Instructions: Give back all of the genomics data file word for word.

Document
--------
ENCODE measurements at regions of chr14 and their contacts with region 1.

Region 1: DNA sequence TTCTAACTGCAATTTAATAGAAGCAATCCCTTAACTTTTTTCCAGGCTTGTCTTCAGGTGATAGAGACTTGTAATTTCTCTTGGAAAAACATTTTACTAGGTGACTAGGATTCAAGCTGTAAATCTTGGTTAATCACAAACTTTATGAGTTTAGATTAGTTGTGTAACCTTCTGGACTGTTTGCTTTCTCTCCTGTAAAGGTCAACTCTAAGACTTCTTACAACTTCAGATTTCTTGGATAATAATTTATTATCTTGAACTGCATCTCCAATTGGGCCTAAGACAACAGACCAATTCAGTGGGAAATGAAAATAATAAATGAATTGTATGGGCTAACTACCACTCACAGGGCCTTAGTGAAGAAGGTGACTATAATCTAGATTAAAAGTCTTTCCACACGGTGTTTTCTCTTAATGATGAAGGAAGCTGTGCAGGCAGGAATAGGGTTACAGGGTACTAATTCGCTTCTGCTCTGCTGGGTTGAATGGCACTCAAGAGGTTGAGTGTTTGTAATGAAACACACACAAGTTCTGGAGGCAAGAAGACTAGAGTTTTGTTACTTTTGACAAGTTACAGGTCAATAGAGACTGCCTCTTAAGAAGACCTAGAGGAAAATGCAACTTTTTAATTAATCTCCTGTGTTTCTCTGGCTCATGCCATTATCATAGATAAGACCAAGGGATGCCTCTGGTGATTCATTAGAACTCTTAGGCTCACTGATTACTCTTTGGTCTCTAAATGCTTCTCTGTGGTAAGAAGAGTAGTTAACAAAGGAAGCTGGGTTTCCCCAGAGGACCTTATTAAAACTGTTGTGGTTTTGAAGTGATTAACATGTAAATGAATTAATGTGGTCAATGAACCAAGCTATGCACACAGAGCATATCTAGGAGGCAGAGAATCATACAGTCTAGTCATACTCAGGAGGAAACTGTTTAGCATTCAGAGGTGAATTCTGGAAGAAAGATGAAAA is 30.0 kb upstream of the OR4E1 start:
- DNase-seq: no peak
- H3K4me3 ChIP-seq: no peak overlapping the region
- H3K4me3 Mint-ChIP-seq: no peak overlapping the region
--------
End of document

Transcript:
ENCODE measurements at regions of chr14 and their contacts with region 1.

Region 1: DNA sequence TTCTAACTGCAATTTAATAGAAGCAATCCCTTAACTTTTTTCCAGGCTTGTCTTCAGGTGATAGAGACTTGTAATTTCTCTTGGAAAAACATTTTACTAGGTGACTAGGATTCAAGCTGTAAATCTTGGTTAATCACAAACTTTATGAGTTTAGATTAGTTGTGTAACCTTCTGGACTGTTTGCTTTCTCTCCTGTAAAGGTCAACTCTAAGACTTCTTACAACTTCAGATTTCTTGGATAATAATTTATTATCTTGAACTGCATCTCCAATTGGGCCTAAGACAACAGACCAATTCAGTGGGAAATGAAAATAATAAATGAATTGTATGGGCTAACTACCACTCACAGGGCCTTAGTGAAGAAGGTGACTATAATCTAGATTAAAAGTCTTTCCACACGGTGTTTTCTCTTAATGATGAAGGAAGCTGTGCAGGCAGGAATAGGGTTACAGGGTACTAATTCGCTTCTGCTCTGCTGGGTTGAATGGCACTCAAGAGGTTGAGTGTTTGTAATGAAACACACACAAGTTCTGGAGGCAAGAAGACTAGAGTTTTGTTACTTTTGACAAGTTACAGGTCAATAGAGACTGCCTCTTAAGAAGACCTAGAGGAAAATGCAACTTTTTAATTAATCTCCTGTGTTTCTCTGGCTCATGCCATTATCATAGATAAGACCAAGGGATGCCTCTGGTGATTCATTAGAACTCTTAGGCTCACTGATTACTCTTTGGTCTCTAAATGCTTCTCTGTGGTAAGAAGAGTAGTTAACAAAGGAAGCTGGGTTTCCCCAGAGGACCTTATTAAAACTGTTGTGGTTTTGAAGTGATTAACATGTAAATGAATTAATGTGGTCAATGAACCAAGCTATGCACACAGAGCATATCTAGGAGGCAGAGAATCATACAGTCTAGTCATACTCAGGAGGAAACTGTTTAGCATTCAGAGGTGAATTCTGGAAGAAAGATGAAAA is 30.0 kb upstream of the OR4E1 start:
- DNase-seq: no peak
- H3K4me3 ChIP-seq: no peak overlapping the region
- H3K4me3 Mint-ChIP-seq: no peak overlapping the region